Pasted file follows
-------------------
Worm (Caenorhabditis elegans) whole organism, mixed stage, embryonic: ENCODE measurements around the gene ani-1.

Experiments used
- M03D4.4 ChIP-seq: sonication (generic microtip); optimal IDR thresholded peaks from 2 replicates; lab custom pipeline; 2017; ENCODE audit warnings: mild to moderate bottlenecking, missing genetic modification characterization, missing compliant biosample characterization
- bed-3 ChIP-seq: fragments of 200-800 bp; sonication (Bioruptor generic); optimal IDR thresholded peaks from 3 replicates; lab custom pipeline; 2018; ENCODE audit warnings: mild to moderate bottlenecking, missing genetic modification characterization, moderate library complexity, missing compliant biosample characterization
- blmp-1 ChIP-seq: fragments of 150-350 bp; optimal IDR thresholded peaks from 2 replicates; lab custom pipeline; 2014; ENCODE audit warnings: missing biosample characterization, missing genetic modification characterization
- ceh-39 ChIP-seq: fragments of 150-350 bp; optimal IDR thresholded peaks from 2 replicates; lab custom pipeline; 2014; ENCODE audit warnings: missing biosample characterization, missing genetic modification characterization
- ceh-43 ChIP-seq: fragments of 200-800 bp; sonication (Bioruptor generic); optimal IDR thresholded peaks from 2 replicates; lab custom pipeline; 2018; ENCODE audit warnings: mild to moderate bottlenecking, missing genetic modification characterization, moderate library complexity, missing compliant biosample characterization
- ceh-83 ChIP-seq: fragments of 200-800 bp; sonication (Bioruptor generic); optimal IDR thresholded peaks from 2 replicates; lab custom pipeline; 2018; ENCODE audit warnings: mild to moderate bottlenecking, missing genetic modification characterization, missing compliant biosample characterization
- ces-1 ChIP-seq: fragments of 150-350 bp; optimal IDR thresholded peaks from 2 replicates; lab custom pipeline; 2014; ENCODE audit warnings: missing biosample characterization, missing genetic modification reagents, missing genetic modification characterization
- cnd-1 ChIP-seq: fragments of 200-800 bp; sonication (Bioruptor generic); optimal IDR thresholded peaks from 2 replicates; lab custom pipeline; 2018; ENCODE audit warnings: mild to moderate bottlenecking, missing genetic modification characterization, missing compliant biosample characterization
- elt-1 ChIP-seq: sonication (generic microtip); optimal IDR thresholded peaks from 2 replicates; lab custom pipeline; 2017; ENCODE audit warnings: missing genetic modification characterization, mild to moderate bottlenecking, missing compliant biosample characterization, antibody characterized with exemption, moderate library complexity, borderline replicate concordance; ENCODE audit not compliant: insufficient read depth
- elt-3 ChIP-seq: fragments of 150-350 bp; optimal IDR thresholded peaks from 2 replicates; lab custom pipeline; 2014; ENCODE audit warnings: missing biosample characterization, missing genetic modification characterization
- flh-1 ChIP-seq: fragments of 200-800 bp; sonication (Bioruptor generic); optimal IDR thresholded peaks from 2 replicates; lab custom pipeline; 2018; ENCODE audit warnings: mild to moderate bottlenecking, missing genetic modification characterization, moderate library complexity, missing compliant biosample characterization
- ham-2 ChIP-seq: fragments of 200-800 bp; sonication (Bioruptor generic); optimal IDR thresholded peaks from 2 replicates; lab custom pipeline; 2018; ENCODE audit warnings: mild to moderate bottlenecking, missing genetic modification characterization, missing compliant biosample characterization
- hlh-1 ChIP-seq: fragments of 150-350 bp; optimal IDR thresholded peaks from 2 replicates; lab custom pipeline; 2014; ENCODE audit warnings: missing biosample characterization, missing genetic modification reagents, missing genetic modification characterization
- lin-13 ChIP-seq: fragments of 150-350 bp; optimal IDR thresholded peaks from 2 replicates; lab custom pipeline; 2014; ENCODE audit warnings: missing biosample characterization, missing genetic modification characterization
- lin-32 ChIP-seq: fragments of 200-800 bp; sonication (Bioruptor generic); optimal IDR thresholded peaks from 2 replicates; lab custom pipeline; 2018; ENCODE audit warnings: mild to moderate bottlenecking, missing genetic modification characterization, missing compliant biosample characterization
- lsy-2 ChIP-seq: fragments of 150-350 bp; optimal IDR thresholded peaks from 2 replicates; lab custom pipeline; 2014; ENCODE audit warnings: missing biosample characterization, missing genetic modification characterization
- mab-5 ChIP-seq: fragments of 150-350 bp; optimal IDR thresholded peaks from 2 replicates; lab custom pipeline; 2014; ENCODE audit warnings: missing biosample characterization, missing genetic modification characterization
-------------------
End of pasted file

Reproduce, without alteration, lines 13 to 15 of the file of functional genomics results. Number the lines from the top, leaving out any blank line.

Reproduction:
- flh-1 ChIP-seq: fragments of 200-800 bp; sonication (Bioruptor generic); optimal IDR thresholded peaks from 2 replicates; lab custom pipeline; 2018; ENCODE audit warnings: mild to moderate bottlenecking, missing genetic modification characterization, moderate library complexity, missing compliant biosample characterization
- ham-2 ChIP-seq: fragments of 200-800 bp; sonication (Bioruptor generic); optimal IDR thresholded peaks from 2 replicates; lab custom pipeline; 2018; ENCODE audit warnings: mild to moderate bottlenecking, missing genetic modification characterization, missing compliant biosample characterization
- hlh-1 ChIP-seq: fragments of 150-350 bp; optimal IDR thresholded peaks from 2 replicates; lab custom pipeline; 2014; ENCODE audit warnings: missing biosample characterization, missing genetic modification reagents, missing genetic modification characterization